On all of our delegations that travel to El Salvador, we take the time to visit the Divina Providencia, run by the Carmelite nuns, and also the place where Oscar Romero lived and died. In a recent visit to the small house where Romero lived, one of the sisters in talking about Romero's homilies said: "People close to Monseñor used to say: "Be careful with what you say in your homilies!" And Monseñor would respond by saying that in preparing his homilies, he would write down everything that he was going to say, but as soon as he stood up there in front of all the people and the words starting coming out, it was different than what he had prepared. That to say that he felt that it was a power greater than him that was speaking." Here are some of those prophetic words:
"We have never preached violence, except the violence of love, which left Christ nailed to a cross, the violcen that we must each do to ourselves to overcome our selfishness and such cruel inequalities among us. The violence we preach is not the violence of the sword, the violence of hatred. It is the violence of love, of brotherhood, the violence that wills to beat weapons into sickles for work."
"I will not tire of declaring that if we really want an effective end to violence we must remove the violence that lies at the root of all violence: structural violence, social injustice, exclusion of citizens form the management of the country, repression. All this is what constitutes the primal cause, from which the rest flows naturally."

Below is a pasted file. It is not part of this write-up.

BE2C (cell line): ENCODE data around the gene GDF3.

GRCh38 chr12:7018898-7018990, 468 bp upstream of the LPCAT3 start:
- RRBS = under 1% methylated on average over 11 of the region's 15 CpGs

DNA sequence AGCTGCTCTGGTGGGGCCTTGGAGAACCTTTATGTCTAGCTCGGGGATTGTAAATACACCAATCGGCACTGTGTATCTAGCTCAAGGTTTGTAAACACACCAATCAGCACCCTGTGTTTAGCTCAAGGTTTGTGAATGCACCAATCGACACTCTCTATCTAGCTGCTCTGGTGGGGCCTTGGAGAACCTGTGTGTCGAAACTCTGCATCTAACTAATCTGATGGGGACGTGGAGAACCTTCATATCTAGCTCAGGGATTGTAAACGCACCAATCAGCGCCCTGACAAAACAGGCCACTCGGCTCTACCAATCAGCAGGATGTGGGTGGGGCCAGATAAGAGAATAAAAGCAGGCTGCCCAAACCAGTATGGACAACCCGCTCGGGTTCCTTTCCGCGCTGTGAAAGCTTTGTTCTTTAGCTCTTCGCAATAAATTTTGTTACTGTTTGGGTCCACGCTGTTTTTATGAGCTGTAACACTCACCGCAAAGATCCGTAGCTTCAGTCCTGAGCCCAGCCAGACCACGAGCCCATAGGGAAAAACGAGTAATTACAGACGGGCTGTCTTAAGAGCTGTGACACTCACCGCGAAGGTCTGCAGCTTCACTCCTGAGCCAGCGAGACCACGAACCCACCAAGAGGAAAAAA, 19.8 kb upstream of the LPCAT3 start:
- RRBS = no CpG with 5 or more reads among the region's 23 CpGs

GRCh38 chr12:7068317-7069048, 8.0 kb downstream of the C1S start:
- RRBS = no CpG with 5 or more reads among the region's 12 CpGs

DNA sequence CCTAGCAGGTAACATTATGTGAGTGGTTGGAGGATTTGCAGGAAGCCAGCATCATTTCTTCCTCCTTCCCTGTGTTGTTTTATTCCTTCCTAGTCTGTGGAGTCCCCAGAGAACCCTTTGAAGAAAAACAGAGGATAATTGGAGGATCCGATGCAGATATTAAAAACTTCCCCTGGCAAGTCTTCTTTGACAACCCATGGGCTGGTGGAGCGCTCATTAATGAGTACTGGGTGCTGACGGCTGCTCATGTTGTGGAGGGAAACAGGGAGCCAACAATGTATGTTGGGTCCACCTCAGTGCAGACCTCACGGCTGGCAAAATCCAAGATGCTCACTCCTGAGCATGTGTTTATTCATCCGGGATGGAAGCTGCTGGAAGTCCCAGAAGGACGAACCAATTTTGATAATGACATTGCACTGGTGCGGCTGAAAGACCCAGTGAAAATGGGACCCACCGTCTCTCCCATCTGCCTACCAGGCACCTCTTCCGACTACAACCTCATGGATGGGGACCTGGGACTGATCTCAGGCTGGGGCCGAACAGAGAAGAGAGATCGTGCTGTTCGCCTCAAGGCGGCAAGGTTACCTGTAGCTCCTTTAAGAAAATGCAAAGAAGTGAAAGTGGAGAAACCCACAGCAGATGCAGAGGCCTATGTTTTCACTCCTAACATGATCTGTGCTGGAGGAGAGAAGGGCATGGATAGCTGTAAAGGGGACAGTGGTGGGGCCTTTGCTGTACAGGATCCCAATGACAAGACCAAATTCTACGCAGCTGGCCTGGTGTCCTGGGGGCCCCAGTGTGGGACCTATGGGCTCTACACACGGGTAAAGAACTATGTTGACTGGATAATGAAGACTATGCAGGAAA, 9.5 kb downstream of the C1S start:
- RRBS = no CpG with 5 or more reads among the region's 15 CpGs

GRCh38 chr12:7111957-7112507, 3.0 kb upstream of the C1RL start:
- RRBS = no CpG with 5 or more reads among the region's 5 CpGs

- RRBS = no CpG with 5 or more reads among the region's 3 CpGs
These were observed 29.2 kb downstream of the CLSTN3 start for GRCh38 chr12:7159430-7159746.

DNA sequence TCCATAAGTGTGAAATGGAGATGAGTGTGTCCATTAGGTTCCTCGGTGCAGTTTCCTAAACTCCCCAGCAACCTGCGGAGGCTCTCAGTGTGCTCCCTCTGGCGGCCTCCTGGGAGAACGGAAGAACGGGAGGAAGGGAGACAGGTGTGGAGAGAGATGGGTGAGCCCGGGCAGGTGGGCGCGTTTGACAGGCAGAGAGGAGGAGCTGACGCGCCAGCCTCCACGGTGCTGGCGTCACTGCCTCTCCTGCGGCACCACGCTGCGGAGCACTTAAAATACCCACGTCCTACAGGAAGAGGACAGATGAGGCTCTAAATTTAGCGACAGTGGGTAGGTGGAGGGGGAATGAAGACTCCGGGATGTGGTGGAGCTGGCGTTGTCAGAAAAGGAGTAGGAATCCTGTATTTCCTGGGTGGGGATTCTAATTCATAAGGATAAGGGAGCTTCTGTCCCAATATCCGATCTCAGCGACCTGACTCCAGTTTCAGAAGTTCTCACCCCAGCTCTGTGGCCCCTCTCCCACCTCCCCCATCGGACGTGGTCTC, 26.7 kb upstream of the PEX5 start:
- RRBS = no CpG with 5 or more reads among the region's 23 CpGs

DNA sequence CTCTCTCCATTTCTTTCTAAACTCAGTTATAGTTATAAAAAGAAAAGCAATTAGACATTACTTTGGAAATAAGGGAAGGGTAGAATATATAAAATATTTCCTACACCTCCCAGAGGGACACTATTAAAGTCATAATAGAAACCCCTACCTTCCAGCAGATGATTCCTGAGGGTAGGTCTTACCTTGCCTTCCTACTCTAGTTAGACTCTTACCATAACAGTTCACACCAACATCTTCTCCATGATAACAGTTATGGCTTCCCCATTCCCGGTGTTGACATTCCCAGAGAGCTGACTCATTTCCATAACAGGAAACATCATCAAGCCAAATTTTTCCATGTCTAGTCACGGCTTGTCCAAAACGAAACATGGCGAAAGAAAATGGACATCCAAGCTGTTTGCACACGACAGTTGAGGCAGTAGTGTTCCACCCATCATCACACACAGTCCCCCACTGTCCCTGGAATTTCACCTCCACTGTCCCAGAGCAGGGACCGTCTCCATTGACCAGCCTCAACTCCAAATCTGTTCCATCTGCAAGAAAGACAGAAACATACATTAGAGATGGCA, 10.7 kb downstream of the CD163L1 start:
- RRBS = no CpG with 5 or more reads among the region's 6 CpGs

"This is the fundamental thought of my preaching: Nothing is so important to me as human life. Taking life is something so serious, so grave-- more than the violation of any other human right-- because such bloodshed only negates love, awakens new hatreds, makes reconciliation and peace impossible."
"There is one rule by which to judge if God is near us or is far away-- the rule that God's word is giving us today: everyone concerned for the hungry, the naked, the poor, for those who have vanished in police custody, for the tortured, for prisoners, for all flesh that suffers, has God close at hand."
"What good are beautiful highways and airports, beautiful buildings full of spacious apartments, if they are only put together with the blood of the poor, who are not going to enjoy them?"
"Peoples are free to choose the political system they want but not free to do whatever they feel like. They will have to be judged by God's justice in the political or social system they choose. God is the judge of all social systems. Neither the gospel or the church can be monopolized by any political or social movement."
"El Salvador's liberation need not mean so much bloodshed; there is still time. If we all bring to bear the goodwill to renounce material things and seek those of divine worth, we can certainly find the way. Naturally, there must be the courage to yield in regard to what has become an untouchable institution, one at the base of all forms of violence: institutionalized violence, the country's injustice."